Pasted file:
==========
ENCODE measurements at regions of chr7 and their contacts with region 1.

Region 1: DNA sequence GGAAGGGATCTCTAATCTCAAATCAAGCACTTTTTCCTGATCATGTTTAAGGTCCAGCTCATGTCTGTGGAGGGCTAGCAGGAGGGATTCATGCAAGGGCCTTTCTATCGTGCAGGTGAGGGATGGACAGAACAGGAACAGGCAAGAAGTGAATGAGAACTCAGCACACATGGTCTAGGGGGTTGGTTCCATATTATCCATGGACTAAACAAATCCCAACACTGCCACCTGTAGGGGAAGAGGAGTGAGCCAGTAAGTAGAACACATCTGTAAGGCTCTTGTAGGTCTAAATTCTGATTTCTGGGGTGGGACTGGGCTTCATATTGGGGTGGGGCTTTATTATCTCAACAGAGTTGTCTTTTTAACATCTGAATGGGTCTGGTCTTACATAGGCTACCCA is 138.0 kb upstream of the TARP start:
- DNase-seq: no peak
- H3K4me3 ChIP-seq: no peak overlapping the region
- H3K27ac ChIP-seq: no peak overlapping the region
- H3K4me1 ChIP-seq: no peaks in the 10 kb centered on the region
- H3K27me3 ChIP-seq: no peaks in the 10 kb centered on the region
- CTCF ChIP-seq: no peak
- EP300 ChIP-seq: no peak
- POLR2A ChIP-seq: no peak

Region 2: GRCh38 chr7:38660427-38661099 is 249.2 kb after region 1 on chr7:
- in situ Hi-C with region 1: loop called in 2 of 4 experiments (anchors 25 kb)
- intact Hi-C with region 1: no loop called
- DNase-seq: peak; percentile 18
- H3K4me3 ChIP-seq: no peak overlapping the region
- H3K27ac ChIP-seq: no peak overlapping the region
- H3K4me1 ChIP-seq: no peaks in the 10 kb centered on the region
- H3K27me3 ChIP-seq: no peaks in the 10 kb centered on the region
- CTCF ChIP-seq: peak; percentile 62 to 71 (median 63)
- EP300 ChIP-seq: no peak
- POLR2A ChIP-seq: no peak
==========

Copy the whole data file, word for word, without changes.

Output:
ENCODE measurements at regions of chr7 and their contacts with region 1.

Region 1: DNA sequence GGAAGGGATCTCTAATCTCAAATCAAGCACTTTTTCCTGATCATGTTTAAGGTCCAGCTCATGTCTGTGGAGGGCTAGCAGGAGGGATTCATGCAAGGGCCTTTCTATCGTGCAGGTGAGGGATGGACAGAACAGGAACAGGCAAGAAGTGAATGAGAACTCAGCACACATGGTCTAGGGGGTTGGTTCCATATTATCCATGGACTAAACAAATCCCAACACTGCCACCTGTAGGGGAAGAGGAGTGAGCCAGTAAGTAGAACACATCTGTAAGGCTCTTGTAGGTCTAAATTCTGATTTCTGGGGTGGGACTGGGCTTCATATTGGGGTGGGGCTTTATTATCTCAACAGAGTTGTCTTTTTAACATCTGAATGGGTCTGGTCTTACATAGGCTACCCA is 138.0 kb upstream of the TARP start:
- DNase-seq: no peak
- H3K4me3 ChIP-seq: no peak overlapping the region
- H3K27ac ChIP-seq: no peak overlapping the region
- H3K4me1 ChIP-seq: no peaks in the 10 kb centered on the region
- H3K27me3 ChIP-seq: no peaks in the 10 kb centered on the region
- CTCF ChIP-seq: no peak
- EP300 ChIP-seq: no peak
- POLR2A ChIP-seq: no peak

Region 2: GRCh38 chr7:38660427-38661099 is 249.2 kb after region 1 on chr7:
- in situ Hi-C with region 1: loop called in 2 of 4 experiments (anchors 25 kb)
- intact Hi-C with region 1: no loop called
- DNase-seq: peak; percentile 18
- H3K4me3 ChIP-seq: no peak overlapping the region
- H3K27ac ChIP-seq: no peak overlapping the region
- H3K4me1 ChIP-seq: no peaks in the 10 kb centered on the region
- H3K27me3 ChIP-seq: no peaks in the 10 kb centered on the region
- CTCF ChIP-seq: peak; percentile 62 to 71 (median 63)
- EP300 ChIP-seq: no peak
- POLR2A ChIP-seq: no peak